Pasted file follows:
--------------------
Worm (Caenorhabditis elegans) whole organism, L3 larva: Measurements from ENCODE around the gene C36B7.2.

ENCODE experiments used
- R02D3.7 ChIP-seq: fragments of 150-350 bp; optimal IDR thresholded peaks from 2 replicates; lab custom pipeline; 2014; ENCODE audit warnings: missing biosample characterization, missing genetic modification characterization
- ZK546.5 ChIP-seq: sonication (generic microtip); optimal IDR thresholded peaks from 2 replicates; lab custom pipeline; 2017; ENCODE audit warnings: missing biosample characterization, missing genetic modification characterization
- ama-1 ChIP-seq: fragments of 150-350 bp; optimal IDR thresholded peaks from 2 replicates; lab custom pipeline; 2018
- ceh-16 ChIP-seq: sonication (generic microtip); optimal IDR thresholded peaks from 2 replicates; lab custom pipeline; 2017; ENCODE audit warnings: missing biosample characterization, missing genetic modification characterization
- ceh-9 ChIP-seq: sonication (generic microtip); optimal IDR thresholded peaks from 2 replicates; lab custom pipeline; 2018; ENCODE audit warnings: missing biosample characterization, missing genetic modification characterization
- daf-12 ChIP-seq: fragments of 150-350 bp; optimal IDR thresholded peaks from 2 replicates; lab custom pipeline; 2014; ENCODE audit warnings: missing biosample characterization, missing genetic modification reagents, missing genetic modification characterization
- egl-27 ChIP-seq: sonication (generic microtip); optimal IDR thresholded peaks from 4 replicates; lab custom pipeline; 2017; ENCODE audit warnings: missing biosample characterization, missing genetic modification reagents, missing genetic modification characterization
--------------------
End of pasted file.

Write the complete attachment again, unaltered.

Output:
Worm (Caenorhabditis elegans) whole organism, L3 larva: Measurements from ENCODE around the gene C36B7.2.

ENCODE experiments used
- R02D3.7 ChIP-seq: fragments of 150-350 bp; optimal IDR thresholded peaks from 2 replicates; lab custom pipeline; 2014; ENCODE audit warnings: missing biosample characterization, missing genetic modification characterization
- ZK546.5 ChIP-seq: sonication (generic microtip); optimal IDR thresholded peaks from 2 replicates; lab custom pipeline; 2017; ENCODE audit warnings: missing biosample characterization, missing genetic modification characterization
- ama-1 ChIP-seq: fragments of 150-350 bp; optimal IDR thresholded peaks from 2 replicates; lab custom pipeline; 2018
- ceh-16 ChIP-seq: sonication (generic microtip); optimal IDR thresholded peaks from 2 replicates; lab custom pipeline; 2017; ENCODE audit warnings: missing biosample characterization, missing genetic modification characterization
- ceh-9 ChIP-seq: sonication (generic microtip); optimal IDR thresholded peaks from 2 replicates; lab custom pipeline; 2018; ENCODE audit warnings: missing biosample characterization, missing genetic modification characterization
- daf-12 ChIP-seq: fragments of 150-350 bp; optimal IDR thresholded peaks from 2 replicates; lab custom pipeline; 2014; ENCODE audit warnings: missing biosample characterization, missing genetic modification reagents, missing genetic modification characterization
- egl-27 ChIP-seq: sonication (generic microtip); optimal IDR thresholded peaks from 4 replicates; lab custom pipeline; 2017; ENCODE audit warnings: missing biosample characterization, missing genetic modification reagents, missing genetic modification characterization